So, thus far – yeah, this is a pretty standard episode of American Horror Story. It’s messy and promising, unsubtle satire linked together with a handful of interesting ideas and great performances and gorgeous direction. It’s about as far removed from perfect as it’s possible to be, but, like always, there’s still something compelling that’ll keep me coming back for more. Are you watching this season of American Horror Story? If so, what did you think of this first episode, and what are you hoping for for the rest of the season? Let me know in the comments below, or hit me up on Twitter with your hot (Cheeto) takes!
Lou’s Hysterical Fan Theory Corner
- Yup, I’m bringing it back, bitches: every week, I’m going to dump my stupid fan theories down here in the hopes that one of them is right and I can go “LOOK LOOK I TOLD YOU SO!”). The first and most obvious one: Ally and Ivy’s son, Oz, is actually the antichrist baby born at the end of the first season of American Horror Story.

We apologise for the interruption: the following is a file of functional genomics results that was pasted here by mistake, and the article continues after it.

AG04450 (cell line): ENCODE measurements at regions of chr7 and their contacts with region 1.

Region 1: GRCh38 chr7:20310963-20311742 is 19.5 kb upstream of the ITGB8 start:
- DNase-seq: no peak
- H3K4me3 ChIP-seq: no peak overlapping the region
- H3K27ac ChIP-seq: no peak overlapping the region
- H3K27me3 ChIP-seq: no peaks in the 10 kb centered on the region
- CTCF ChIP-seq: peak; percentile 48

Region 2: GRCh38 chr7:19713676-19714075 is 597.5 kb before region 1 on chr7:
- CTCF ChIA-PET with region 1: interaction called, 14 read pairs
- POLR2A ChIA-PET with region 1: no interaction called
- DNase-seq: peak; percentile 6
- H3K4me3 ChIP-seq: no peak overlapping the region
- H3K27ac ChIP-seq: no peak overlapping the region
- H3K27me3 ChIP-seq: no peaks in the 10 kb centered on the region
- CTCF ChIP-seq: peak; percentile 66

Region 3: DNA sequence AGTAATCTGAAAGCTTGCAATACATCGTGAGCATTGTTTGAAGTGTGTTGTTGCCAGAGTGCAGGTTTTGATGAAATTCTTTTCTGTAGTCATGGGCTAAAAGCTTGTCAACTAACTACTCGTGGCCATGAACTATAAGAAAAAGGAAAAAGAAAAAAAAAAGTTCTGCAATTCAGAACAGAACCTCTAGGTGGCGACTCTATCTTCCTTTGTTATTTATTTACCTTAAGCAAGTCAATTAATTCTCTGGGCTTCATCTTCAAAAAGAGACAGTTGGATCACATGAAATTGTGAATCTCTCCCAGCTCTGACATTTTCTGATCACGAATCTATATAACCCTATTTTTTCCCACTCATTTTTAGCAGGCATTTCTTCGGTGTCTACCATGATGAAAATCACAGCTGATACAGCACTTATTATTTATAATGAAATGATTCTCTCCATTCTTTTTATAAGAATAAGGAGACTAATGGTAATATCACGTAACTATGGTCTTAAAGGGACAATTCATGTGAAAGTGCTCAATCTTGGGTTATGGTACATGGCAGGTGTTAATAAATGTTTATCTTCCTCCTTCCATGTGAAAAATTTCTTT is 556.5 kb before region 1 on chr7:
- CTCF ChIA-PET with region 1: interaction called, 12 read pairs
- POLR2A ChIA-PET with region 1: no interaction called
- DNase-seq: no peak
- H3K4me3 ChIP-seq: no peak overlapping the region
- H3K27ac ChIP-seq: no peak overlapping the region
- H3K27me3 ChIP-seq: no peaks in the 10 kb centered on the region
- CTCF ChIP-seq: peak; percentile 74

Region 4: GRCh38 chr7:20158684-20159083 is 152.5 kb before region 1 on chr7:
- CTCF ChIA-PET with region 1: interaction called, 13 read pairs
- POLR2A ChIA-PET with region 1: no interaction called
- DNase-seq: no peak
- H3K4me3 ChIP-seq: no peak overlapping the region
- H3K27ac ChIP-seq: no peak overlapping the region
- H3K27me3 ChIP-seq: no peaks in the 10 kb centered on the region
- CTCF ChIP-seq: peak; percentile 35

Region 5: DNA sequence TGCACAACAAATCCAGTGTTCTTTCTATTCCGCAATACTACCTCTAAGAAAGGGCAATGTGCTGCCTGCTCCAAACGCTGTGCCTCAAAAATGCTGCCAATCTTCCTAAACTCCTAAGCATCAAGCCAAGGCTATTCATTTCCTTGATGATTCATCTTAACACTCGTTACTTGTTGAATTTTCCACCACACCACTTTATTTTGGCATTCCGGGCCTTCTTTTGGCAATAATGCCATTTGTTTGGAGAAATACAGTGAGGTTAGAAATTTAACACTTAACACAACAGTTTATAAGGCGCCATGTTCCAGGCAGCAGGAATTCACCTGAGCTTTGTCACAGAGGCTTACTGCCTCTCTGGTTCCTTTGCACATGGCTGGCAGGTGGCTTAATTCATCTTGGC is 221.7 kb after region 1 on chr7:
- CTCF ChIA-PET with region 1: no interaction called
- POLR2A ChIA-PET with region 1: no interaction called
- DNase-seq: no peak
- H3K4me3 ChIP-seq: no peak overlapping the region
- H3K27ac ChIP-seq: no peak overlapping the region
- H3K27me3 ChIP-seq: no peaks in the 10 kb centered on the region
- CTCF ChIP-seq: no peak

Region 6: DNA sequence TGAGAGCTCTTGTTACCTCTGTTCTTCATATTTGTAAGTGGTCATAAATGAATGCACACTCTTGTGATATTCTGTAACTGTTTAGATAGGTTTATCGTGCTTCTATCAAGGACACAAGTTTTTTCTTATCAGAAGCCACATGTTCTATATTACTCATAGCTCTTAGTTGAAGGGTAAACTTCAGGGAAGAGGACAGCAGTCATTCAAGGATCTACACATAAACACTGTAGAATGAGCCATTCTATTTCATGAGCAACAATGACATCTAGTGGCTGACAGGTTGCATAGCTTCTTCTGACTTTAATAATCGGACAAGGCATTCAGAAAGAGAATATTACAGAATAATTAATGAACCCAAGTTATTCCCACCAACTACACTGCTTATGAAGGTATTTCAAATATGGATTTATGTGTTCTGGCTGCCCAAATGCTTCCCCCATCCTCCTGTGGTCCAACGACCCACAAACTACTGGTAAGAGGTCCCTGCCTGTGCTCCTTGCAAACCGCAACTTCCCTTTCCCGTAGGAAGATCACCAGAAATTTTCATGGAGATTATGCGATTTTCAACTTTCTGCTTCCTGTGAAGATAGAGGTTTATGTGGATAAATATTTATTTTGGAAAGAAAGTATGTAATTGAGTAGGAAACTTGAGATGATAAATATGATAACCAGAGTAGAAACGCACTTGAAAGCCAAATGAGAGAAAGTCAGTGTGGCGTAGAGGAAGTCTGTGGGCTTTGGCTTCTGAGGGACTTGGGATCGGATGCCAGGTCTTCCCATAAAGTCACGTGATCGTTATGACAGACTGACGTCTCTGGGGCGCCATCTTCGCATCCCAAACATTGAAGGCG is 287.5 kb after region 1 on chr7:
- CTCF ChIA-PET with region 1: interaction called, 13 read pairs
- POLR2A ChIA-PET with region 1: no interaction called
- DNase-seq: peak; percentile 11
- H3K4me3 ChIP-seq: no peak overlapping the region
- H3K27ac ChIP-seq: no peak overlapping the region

- Ivy is actually part of the clown cult apparently pursuing Ally and she’s attempting to drive her over the edge in order to get a divorce and keep hold of their business and baby with no competition.
- There actually is no clown cult at all and this whole season is going to be a nuanced look at the leeching paranoia felt by the previously complacent white liberal middle classes of post-Trump America. Because it’s no less ridiculous than the clown cult actually existing.